The third barrier to leaving an abusive relationship for many victims is the lack of resources. If the abuser entirely controlled family finances and prevented the victim from working or interacting with the outside world, which is most often the case, then she may not have the resources necessary to sustain herself and her children (McCue, 2008). For instance, victims usually need financial resources for basic needs like food, clothing, and shelter. They also need access to specialized assistance in order to overcome the trauma caused by abuse, as well as, personal resources like skills to get and maintain a job. Abuse victims further need social resources in form a support framework comprising of family members and friends. Owing to the abuser’s control and isolation, a victim may lack access to all of these resources thus limiting their ability to leave the relationship.
The repetitive and damaging behavioral pattern of abuse is best summed up by the cycle of violence. This cycle characterizes the three phases of an abusive relationship namely the tension build-up phase, the acute violence episode, and the honeymoon phase (McCue, 2008). During the tension build-up stage, just as the name suggests, pressure between the spouses develops over conventional domestic issues like household chores, jobs, finances, and children. Verbal abuse commences and the victim attempts to control situations by appeasing the abuser, avoiding the abuse or submitting to the instigator. None of the pleasantries stop the violence and ultimately, the strain reaches optimal levels paving way for physical abuse. In the subsequent acute violence stage, the physical violence escalates. This abuse is often instigated by an external occurrence or emotional volatility of the abuser, but not by the victim’s actions, which implies that the violence is unpredictable and the victim has no control over it. During the honeymoon phase, the abuser exhibits shame over his actions and even becomes remorseful about it. He may try to trivialize his actions and could even shift blame to the victim. The abuser goes on to show love and kindness to the victim through apologies, being generous, and by offering help. He appears genuine in trying to convince the wife that such abuse will not re-occur (McCue, 2008). Such loving behavior is likely to strengthen the bond between the two and perhaps succeed in convincing the victim to stay in the relationship. The cycle repeats itself continuously, and it serves to explain victims’ propensity to stay in these abusive relationships.
Contrary to common misconception, domestic violence is a complex problem that goes beyond the physicality of the abuse to psychological, social and legal issues. For this reason, a social worker should be sufficiently equipped with skills relating to these fields, in order to help victims of family violence in a holistic manner (Danis, 2003). For instance, a social worker should be skilled at interacting with the entire family unit including the violence perpetrator, the victim, and children. The ability to engage these individuals and linking their experiences could enable the family to begin the healing process on their own terms. When dealing with children, the key responsibilities of a social worker should be ensuring their safety, re-building the mother-child link that could have been severed by the abuse, and gradually helping the mother heal in order to become a functional parent to the child. In dealing with the abuser, a social worker can engage him in a safe manner, encouraging him to seek professional help in order to transform their behavior. Owing to the intricacy of domestic violence, social workers should be willing to embrace a holistic approach to helping the entire family in the recovery process. This calls for coordinated interaction with other agencies, including medical, legal, psychiatric, and community, among others. Building strong connections with such agencies would enable social workers to provide their vulnerable clients better access to high quality services. Most importantly, social workers must constantly strive to stay updated on emergent issues regarding domestic violence through training and case reviews.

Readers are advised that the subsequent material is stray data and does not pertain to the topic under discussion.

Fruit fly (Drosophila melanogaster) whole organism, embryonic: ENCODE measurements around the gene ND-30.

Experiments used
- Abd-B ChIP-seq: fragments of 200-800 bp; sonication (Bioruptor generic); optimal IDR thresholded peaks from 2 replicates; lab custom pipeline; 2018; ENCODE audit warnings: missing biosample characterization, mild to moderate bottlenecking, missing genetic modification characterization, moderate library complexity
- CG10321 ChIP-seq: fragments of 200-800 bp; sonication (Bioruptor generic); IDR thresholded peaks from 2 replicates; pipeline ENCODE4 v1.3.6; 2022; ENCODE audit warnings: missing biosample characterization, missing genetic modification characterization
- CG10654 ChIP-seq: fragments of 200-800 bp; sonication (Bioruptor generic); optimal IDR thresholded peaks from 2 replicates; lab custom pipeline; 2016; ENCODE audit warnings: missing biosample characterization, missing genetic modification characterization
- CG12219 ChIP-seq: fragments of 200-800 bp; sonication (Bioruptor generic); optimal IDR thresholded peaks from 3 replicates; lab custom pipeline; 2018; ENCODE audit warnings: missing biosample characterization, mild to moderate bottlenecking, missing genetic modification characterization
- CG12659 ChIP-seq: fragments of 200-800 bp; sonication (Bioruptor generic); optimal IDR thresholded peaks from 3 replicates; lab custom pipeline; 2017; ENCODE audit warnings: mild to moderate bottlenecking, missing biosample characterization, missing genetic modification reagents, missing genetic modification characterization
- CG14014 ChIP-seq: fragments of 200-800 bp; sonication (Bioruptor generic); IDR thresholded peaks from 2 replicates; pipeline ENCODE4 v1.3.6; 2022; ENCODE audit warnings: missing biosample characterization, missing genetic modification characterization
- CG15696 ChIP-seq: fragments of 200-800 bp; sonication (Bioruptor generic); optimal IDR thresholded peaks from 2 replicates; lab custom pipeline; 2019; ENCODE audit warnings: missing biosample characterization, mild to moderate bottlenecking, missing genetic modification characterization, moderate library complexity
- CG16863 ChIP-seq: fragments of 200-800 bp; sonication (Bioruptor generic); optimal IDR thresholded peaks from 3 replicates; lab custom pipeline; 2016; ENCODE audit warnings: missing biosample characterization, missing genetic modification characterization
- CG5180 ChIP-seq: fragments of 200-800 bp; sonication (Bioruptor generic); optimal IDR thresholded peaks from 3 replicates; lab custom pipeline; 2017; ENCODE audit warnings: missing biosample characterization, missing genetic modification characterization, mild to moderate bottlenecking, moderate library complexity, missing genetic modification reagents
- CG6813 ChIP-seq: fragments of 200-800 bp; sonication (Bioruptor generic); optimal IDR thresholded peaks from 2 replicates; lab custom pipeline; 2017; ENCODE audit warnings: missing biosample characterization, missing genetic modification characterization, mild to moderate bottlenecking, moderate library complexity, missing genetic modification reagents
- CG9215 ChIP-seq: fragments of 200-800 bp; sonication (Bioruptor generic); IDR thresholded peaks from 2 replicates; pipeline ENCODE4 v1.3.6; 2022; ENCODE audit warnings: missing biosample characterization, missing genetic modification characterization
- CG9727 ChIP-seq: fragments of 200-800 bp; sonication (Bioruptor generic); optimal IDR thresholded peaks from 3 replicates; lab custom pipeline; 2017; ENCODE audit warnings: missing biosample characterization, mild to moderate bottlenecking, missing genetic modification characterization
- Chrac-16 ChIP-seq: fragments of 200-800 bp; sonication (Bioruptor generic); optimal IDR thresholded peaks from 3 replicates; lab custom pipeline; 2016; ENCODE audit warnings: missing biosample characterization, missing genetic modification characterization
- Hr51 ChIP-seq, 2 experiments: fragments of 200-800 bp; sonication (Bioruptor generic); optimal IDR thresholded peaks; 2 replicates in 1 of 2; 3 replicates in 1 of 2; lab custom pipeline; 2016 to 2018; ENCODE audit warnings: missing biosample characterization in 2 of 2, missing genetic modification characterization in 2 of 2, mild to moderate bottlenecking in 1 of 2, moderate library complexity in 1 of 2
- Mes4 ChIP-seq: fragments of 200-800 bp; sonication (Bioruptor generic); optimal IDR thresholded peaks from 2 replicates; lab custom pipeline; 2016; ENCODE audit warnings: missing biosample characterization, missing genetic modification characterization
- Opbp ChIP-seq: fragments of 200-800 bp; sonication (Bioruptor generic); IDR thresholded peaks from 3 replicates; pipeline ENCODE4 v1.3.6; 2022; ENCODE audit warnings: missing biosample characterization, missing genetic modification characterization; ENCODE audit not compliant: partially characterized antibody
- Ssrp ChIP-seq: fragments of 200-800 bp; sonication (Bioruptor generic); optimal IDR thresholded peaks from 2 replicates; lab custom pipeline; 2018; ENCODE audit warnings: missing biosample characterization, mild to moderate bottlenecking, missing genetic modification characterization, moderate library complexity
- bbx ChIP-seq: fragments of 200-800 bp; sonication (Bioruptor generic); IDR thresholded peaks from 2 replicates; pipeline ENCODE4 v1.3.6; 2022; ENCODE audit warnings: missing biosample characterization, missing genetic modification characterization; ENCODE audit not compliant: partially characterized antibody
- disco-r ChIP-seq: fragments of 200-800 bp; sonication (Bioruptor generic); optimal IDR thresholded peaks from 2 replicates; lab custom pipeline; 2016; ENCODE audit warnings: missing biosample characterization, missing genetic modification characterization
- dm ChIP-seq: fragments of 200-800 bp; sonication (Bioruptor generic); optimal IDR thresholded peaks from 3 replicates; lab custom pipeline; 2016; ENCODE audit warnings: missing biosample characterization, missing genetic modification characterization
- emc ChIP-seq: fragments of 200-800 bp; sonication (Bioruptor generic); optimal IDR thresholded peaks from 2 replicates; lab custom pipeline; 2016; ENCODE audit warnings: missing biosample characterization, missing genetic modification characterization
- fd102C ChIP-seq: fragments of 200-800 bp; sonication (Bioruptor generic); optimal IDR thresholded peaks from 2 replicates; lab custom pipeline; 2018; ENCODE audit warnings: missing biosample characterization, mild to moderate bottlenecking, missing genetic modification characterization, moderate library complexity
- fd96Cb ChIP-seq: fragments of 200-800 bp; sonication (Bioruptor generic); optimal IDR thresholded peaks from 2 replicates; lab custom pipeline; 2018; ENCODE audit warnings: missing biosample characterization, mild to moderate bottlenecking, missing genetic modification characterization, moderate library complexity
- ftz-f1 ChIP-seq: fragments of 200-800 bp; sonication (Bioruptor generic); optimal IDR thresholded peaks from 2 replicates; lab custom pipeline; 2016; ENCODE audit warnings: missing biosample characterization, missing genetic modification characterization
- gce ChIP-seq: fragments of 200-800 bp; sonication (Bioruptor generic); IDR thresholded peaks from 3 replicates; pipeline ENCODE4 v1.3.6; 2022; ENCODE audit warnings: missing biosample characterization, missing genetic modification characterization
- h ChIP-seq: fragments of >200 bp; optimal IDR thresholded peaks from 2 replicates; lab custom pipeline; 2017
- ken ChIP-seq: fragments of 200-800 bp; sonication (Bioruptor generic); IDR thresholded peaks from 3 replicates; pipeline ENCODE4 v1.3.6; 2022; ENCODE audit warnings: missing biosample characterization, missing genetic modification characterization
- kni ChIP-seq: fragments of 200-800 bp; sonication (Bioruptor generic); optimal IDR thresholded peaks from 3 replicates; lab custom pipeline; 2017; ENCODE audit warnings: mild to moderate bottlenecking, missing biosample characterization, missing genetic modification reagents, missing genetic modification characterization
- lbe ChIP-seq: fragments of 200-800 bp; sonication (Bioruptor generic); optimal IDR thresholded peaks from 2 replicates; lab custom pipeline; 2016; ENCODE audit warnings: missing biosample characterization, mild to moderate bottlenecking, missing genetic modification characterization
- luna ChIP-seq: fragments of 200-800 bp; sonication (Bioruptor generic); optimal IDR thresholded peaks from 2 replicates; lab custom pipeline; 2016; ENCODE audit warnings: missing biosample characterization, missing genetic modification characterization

- Barner, J. R., & Carney, M. M. (2011). Interventions for intimate partner violence: A historical review. Journal of Family Violence, (26), 235-244.
- Danis, F. (2003). Social work response to domestic violence: Encouraging news from a new look. Affilia, 28(2), 177-191.
- Dutton, M. & Goodman, L. (2005). Coercion in Intimate Partner Violence: Toward a New Conceptualization. Sex Roles, 52(11/12), 743-756.
- McCue, M.L. (2008). Domestic Violence: A Reference Handbook, 2nd ed. Santa Barbara, CA: ABC-CLIO, Inc.
- National Center on Domestic and Sexual Violence (NCDSV). (2016). Power and Control Wheel. Retrieved from http://www.ncdsv.org/images/PowerControlwheelNOSHADING.pdf
- Yamawaki, N., Ochoa-Shipp, M., Pulsipher, C., Harlos, A., & Swindler, S. (2012). Perceptions of domestic violence: The effects of domestic violence myths, victim’s relationship with her abuser, and the decision to return to her abuser. Journal of Interpersonal Violence, 27(16), 3195-3212.